> students proficient on their next benchmark tests. Forget whatever other
> info we have about C.
> As a teacher, I already know C. from listening to him read and helpling with
> his writing (even in the midst of how little individual time I get with him
> given the structure of my school.) [Note, I write this from my daughter's
> perspective. She knows most of this in general. I can simply add a little
> extra because I'm volunteering some extra one on one time. None of the other
> teachers get this help!] The benchmark tells me nothing I don't already know
> in terms of his needing more support. It ALSO tells me little about his
> strengths. (the additional hands on assessment affirms what I already know
> - he can decode) Neither of the "tests" tells me anything much about his
> comprehension - either what is interfering with it, or what his strengths
> are in terms of strategies or background knowledge or etc. Just how many he
> missed on someone else's questions. I know what he got right or wrong, but
> not why.
> I would love to really reflect on all that I know about C. - as a child with
> a distinct personality, strengths and needs. That is what I need to figure
> out, to integrate, on order to know how to help him. Also I need this
> knowledge to know how to communicate more effectively with his family and to
> share the ways they can believe in him and still support him. There is NO
> way I can boil all the numbers down to a imple numerical score.
> I need more one on one time with him to really get to know how he goes about
> understanding a piece of text. Is he missing background knowledge (the
> schema) so essential to making sense of a text? How do I have time to hear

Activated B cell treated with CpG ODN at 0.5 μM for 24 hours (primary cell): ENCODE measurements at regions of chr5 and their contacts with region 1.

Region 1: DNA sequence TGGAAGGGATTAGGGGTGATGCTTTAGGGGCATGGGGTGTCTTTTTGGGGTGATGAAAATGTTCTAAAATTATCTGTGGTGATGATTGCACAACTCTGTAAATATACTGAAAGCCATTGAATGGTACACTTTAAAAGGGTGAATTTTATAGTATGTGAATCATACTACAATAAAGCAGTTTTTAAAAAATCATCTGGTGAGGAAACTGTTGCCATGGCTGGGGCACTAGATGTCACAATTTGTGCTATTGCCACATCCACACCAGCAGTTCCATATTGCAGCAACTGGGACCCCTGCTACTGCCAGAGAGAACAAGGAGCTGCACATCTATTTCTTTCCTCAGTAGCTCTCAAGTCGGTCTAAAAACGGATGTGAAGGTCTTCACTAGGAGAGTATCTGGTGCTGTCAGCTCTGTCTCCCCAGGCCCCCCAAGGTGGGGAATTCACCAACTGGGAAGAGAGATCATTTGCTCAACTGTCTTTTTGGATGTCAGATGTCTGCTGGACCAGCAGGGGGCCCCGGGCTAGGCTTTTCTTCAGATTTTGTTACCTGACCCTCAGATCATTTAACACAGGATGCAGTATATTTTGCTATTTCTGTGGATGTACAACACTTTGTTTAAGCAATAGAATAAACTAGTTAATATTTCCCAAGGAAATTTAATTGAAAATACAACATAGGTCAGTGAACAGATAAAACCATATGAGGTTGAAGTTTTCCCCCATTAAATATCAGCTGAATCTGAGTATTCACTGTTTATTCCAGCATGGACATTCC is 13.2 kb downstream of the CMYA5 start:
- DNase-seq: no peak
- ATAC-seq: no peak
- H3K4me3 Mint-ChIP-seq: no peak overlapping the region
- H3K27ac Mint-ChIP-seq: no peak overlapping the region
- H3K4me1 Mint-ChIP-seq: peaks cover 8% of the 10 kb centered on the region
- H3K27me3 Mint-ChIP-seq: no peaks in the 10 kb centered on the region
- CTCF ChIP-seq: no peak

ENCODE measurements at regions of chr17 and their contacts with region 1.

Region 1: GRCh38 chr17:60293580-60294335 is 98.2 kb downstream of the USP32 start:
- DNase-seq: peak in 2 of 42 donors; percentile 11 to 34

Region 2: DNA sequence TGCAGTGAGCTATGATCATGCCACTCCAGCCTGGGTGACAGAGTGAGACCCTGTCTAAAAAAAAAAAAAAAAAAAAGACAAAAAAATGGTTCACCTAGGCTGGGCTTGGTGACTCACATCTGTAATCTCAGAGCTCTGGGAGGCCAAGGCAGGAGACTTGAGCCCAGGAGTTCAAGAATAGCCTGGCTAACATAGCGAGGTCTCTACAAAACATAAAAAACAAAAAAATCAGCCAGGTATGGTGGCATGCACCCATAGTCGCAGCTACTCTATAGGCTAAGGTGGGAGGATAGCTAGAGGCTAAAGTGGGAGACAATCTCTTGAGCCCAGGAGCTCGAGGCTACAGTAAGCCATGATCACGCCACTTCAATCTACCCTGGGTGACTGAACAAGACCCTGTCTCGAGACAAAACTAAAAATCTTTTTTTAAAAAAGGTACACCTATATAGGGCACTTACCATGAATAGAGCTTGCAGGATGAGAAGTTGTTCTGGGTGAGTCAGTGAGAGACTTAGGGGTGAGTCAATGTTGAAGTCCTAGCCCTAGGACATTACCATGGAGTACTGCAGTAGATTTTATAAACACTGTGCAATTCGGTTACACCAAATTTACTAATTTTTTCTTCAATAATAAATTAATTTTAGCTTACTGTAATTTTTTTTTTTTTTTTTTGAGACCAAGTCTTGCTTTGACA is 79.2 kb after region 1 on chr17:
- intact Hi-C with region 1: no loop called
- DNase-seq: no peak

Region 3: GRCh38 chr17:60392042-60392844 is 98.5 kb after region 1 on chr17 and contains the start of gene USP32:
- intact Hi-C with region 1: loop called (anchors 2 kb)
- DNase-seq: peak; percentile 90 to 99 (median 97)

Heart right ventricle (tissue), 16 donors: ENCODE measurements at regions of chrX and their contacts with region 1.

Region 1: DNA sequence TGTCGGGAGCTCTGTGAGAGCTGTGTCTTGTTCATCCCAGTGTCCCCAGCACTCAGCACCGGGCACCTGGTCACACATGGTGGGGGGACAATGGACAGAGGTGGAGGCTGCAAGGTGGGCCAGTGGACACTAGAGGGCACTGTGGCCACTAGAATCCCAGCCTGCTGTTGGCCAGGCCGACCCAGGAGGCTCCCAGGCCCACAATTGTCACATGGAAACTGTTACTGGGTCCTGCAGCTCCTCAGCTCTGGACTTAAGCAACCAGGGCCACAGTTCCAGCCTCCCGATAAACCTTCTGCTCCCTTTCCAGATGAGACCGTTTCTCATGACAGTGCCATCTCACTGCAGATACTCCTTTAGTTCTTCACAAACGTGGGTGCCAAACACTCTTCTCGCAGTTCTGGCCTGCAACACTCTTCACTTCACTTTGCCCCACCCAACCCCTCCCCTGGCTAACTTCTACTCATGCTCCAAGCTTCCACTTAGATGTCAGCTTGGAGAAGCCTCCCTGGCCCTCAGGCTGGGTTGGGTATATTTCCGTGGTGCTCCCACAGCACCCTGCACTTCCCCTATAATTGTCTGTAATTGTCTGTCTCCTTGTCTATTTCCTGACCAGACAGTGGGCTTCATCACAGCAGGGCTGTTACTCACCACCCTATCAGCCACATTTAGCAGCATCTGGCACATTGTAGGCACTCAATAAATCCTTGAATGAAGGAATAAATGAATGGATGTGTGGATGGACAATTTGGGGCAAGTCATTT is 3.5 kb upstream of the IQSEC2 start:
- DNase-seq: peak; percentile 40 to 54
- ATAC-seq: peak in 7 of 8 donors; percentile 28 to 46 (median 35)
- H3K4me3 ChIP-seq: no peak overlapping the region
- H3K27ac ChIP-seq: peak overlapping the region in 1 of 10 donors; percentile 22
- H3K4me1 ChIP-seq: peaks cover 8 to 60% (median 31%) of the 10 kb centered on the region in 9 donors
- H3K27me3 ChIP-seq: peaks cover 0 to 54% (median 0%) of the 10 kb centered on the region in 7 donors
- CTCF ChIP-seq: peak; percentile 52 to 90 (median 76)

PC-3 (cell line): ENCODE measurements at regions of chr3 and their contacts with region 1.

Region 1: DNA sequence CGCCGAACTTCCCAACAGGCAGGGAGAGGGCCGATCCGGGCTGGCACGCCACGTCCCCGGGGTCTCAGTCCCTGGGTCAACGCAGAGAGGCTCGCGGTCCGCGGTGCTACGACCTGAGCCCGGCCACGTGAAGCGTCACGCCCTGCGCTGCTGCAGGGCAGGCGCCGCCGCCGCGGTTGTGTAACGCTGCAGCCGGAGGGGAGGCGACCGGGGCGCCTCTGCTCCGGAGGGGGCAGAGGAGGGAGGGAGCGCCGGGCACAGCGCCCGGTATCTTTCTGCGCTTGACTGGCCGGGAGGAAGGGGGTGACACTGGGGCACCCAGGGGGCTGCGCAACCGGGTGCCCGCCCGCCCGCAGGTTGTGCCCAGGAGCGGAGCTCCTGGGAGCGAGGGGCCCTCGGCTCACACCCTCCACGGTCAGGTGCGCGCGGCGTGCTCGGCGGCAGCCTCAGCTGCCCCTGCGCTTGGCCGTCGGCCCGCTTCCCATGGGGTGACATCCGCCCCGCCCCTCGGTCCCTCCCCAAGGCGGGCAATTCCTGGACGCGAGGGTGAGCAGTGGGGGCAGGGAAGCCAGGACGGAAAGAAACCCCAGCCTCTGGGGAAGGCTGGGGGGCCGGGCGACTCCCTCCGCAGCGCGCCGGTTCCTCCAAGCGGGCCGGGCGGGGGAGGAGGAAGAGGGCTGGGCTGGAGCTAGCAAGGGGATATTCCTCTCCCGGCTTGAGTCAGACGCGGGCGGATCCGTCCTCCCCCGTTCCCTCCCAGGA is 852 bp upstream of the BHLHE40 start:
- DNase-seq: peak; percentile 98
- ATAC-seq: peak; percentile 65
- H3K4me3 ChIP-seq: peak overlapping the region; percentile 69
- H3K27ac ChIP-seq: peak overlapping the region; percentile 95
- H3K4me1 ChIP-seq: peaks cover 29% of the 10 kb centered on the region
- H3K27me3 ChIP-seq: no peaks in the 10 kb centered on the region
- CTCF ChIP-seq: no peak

> all the prior knowledge each child in my class brings to a particular story?
> Or is C. missing out on the strategies for engaging and wrestling with a
> text. Is his issue making connections? Is he asking questions as he reads?
> Is he sorting important information from details? These strategies are
> quite complex and take time to model thru think alouds and to watch C.
> gradually take ownership of them. They are not something I can simply teach
> in a 7 step lesson plan and expect the whole class to learn immediately.
> I would love to quit wasting time on decontextualized tests based on right
> answers and WPM - all items that can give me numbers. And instead use
> actual meaningful classroom experiences to dig deep and understand C. as a
> reader in more depth. But I don't have time. Because the current system is
> all focused on numbers and data - which in addition to stealing time, also
> have dictated curriculum and classroom structures that ACTUALLY PREVENT me
> from learning how to support C. better.
> As Susan indicated, I believe profoundly in the Learning record which is a
> holistic, theoretical and research based approach to helping teachers build
> accountable classroom assessment practices and subsequent reflections.
> There are many authentic, meaningful assessment practices out there in the
> field. The LR simply helps teachers orchestrate and use them in a
> critical and useful way. It helps teachers ask important questions,
> reflect, probe more deeply where important. Unfortunately, teachers have
> not always been well supported in coming to understand and use effective
> classroom assessment practices. I suggest reading research and articles by
> Black and Wilhelm (British) re classroom assessment.
> Sorry I am a bit carried away. How in the hell do we help the public and
> families and yes, those teachers whose brains have co-opted by the powers
> that be to understand this seemingly unstoppable movement to blame and then
> children to become adults who think critically and work together to problem
> solve in making our world a better place to live in.
> Yikes, I've blathered....sorry about that. I know I am preaching to the
> choir. Help me frame this in fewer words. No one wants to read extended
> explanations anymore!